ArticleJ. Agric. Food Chem., Vol. 58, No. 4, 20102159
Animals were fed experimental diets for three weeks and then injected
(intraperitoneal) with 1,2-dimethylhydrazine (25 mg/kg of body weight,
Sigma) in phosphate-buffered saline with 1 mmol/L EDTA (Sigma) once
per week for two consecutive weeks. Seventeen or sixteen rats per
treatment were injected with the carcinogen, and four rats per treatment
were injected with a saline vehicle control. The colonic mucosa, red blood
and fatty acid analysis. Following injections, animals were fed experi-
mental diets for nine additional weeks. After MRI analysis of body
composition (EchoMRI-900), rats were sacrificed by cardiac puncture
following ketamine/xylazine anesthesia. Tissues and organs (except lower
open, laid flat, and stored in 70% ethanol at 4 ?C. To avoid bias, colons
were randomized and ACF in the entire colon were counted by light
microscopy following staining with methylene blue.
RNA Isolation and Gene Expression. Mucosal cells from animals
injected with the vehicle control were obtainedby scraping saline-washed,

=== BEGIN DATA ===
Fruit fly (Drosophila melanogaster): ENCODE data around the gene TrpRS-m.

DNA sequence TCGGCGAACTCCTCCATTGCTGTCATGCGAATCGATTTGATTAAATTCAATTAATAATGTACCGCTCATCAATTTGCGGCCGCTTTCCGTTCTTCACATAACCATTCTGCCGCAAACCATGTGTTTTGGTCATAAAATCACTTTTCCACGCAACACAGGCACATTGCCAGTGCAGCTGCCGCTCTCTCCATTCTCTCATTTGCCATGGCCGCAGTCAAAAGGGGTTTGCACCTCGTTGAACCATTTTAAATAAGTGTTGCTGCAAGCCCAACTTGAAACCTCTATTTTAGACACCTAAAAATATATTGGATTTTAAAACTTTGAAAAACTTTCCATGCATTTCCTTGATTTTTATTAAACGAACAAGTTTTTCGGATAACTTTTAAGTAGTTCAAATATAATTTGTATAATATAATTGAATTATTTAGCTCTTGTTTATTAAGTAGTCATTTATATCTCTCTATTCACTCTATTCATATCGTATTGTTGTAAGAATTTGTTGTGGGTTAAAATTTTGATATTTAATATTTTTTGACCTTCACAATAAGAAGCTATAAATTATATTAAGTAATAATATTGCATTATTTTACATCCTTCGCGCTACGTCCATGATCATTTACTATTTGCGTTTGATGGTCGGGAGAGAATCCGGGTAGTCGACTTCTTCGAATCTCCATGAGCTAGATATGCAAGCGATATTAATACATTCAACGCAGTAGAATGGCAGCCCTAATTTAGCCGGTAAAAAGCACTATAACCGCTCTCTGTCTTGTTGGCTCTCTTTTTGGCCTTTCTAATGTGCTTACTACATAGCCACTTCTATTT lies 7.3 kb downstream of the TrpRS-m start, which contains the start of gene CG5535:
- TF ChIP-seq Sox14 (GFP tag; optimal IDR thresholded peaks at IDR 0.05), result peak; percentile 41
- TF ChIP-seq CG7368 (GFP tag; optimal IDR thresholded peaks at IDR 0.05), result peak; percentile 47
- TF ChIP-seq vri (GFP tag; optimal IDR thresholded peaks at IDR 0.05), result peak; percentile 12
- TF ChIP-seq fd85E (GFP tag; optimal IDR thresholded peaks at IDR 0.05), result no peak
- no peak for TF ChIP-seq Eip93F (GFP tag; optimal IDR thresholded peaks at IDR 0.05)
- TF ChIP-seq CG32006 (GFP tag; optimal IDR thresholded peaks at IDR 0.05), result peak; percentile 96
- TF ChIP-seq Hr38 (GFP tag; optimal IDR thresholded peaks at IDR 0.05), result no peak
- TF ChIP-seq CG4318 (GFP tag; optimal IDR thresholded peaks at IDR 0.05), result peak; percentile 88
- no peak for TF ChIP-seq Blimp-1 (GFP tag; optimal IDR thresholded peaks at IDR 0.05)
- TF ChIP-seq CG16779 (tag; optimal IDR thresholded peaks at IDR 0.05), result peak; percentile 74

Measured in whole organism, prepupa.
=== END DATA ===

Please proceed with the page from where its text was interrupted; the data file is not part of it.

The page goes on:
split colons with a glass slide, and then flash frozen in liquid nitrogen.
and total RNA was extracted using the RNAqueous kit (Ambion)
according to the manufacturer’s protocol. Total RNA was frozen and
Inc.). Results were analyzed using a software analysis program, Flex-
Array, developed by Genome Quebec to normalize data. Data was then
explain fewer aberrant crypts in MFGM fed animals compared to the
control and AMF treatments.
Lipid Profiling. Lipids were quantified in diets, plasma, red blood
cells, and mucosa using a combination of thin layer chromatography
separation and gas chromatographic analysis of fatty acid methyl ester
derivatives (FAMEs). Lipids were extracted using the method of
Folch (32), and separated on silica TLC plates according to the method
of Watkins (33). Bands were visualized using the fluorescent dye primu-
caps. FAMEs were prepared according to the method of Curtis (35) and
analyzed using a Shimadzu GC-2010 equipped with a BPX-70 capillary
column (10 m ? 0.1 mm i.d. ? 0.2 μm film thickness, SGE Inc., Austin,
injector was maintained at 250 ?C and all samples were injected in split
mode (triglyceride samples at a 250:1 ratio and all other samples 25:1).
Hydrogen was used as the carrier gas at a linear velocity of 56.4 cm/s, the